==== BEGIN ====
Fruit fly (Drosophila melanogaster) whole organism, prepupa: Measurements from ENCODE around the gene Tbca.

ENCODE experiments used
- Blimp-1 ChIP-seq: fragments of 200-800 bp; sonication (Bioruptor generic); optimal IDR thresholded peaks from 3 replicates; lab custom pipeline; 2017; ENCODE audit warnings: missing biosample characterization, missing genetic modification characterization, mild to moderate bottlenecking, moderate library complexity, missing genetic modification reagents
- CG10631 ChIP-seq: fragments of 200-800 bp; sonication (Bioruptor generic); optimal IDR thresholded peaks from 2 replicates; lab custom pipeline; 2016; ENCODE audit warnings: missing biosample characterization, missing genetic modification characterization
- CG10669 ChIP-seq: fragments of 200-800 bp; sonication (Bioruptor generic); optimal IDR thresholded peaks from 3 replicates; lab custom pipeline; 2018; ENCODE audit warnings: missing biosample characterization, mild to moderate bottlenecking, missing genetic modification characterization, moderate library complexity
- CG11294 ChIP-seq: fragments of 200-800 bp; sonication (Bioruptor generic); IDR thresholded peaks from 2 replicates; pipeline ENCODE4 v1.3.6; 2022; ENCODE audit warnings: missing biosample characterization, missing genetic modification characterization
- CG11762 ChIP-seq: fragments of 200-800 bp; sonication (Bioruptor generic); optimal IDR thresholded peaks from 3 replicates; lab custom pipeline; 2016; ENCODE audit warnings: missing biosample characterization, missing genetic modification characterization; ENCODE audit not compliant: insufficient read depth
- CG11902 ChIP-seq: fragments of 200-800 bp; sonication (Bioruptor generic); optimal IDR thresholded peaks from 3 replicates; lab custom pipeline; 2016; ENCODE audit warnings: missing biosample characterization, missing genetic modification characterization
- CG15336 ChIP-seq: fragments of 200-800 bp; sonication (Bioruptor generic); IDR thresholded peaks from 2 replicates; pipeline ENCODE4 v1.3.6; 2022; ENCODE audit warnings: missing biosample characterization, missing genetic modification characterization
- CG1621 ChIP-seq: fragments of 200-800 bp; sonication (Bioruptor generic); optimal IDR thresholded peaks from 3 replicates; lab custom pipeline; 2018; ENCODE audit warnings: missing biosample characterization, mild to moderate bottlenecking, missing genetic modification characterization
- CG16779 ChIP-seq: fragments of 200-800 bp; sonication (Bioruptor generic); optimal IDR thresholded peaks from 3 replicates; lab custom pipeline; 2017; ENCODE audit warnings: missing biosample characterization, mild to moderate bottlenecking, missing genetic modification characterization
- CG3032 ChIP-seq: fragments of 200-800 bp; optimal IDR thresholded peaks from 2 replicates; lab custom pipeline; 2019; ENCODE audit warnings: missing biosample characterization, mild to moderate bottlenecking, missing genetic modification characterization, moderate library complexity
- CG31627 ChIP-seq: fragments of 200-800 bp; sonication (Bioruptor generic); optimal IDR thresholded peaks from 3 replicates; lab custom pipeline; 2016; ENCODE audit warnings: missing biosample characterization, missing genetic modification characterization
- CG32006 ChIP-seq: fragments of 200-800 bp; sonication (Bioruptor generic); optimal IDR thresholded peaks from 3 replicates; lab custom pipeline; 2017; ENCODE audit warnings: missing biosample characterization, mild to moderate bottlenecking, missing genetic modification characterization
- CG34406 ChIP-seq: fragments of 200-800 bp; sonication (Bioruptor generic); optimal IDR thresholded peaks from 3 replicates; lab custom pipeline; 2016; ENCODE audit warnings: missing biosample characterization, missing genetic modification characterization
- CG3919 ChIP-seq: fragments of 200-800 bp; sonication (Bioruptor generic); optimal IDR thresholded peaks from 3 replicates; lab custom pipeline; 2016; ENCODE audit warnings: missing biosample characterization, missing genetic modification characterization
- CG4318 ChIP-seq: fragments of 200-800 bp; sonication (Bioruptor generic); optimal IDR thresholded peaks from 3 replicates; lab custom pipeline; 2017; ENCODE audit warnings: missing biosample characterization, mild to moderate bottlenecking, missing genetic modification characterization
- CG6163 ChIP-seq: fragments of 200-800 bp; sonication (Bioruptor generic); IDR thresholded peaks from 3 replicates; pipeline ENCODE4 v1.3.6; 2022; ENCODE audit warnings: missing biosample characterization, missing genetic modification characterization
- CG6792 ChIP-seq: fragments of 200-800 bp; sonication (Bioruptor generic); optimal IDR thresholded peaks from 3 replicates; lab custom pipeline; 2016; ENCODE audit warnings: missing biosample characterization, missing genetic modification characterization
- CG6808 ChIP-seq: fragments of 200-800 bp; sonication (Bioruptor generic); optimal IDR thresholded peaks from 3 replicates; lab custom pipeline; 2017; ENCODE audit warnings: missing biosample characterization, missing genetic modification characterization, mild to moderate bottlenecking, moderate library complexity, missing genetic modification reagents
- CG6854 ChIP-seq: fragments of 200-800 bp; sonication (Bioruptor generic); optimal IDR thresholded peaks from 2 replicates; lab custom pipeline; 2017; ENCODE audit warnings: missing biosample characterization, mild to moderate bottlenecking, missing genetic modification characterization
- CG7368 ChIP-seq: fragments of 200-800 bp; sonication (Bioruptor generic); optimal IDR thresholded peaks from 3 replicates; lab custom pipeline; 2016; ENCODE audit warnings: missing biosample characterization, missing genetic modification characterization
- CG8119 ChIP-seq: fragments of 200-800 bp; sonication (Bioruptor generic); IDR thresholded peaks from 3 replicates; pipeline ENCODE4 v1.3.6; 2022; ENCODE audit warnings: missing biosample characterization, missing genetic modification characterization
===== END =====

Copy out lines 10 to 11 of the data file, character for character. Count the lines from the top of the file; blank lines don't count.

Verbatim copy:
- CG1621 ChIP-seq: fragments of 200-800 bp; sonication (Bioruptor generic); optimal IDR thresholded peaks from 3 replicates; lab custom pipeline; 2018; ENCODE audit warnings: missing biosample characterization, mild to moderate bottlenecking, missing genetic modification characterization
- CG16779 ChIP-seq: fragments of 200-800 bp; sonication (Bioruptor generic); optimal IDR thresholded peaks from 3 replicates; lab custom pipeline; 2017; ENCODE audit warnings: missing biosample characterization, mild to moderate bottlenecking, missing genetic modification characterization